I attended a retiree luncheon the other day and got into a conversation with one of the most respected truck lieutenants that I ever had the privilege of working with. We were talking about the retired firefighters that have had to deal with varying types of cancer.
My thought was that my generation of firefighters would be the last of the high cancer numbers. My reason for saying this is that, though we had improved fireground safety, our practices, after we returned to the station, needed improvement. Some examples were sitting our bunker pants beside our beds, right after returning from a fire, or not cleaning our personal protective equipment (PPE), immediately after a working incident. There was significant improvement in our decontamination practices, about eight to nine years before I retired. Then, there was the fact that some of us wore our uniforms home from work. My wife washed dirty uniforms for 25 years. What was she or my son exposed to during that time?
Our conversation went in another direction when we talked about the fact that our department is one of the few organizations that has a tactical safety officer (TSO) who responds on a great number of calls each day. Though many are a part of the major decisions made in an organization like Chesterfield Fire & EMS, I credit Jim Graham with the vision for this position that emphasized safety in a way that it had never been recognized before. The retired officer that I was talking to said that he was saddened by the fact that more organizations had not created a position like this one. I consider the TSO one of the greatest enhancements and improvements, made for firefighters on and off the fireground.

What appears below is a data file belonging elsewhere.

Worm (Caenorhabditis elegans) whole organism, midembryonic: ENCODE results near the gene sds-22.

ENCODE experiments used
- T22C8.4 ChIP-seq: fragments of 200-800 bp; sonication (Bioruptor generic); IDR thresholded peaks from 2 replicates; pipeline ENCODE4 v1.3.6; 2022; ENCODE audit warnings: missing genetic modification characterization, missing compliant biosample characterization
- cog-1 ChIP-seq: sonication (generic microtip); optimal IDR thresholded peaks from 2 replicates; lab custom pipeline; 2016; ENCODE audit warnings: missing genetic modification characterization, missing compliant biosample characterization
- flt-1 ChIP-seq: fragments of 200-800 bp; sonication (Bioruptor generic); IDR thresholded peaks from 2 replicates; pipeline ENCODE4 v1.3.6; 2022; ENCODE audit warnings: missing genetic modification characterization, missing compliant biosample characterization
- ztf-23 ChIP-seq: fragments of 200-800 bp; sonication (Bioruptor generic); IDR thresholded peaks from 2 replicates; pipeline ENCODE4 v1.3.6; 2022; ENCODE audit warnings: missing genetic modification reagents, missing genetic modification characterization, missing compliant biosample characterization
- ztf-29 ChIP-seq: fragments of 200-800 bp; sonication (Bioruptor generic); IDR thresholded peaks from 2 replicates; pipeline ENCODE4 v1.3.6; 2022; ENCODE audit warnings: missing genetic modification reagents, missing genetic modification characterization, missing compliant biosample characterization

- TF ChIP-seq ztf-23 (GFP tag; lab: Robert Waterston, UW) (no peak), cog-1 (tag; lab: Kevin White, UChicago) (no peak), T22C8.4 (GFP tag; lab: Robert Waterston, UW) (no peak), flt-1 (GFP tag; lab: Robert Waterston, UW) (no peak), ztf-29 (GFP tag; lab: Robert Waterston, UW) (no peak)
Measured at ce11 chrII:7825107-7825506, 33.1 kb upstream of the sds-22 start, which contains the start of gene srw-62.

The point of our conversation was to figure out how we, as retired firefighters, could positively influence the lives of new firefighters, whether family members or others that we have the opportunity to cross paths with. The greatest legacy that a firefighter can leave to others is to share his or her experience with the members of the organization that remain behind. It is more important to say that everyone goes home, but adding that everyone protects himself or herself, other firefighters and their families from the by-products of the job that can hurt those touched by them.
I then woke up this morning to learn that a friend’s mom and dad had been involved in a major accident, killing his mom and injuring his dad. If I understand properly, a tire blew out on their RV causing his father to lose control, leave the roadway and striking a couple of trees. You may think that I am all over the place on this, but we must learn from this, and every other accident that occurs. It is that time of the year when people are hitting the road and going on that much needed vacation. I have no idea what caused that tire to blow. My point is, how many of us check our tires for proper air pressure or defects? We used to check fire apparatus from front to back, side to side and bottom to top, at the beginning of every shift. Yes, as the driver, I climbed under my unit every shift. What could be prevented if we did a safety check of our vehicle, before taking a trip? My heart is broken for my friend and his family. The police reported that my friend’s mom was wearing her seat belt, when the accident occurred.
Safety is something that we must be vigilant about. When an injury or accidental death occurs, it most likely could have been prevented. Though accident investigations are performed after major accidents, many are still dubbed accidents. May we never use the term accident to prevent us from learning everything possible about the incident that occurred and then to make the necessary changes to prevent it from ever occurring again. My conclusion involves the fact that I understand that a light is finally going up at the intersection of Old Bermuda Hundred Road and Jefferson Davis Highway. I cannot tell you the number of accidents that have occurred at that intersection, many of which I responded to during my career. This traffic light should drastically reduce the number of accidents at this location, but it is only a band-aid. People’s attitudes and behaviors must involve them thinking of their safety and the safety of others, before real change will occur.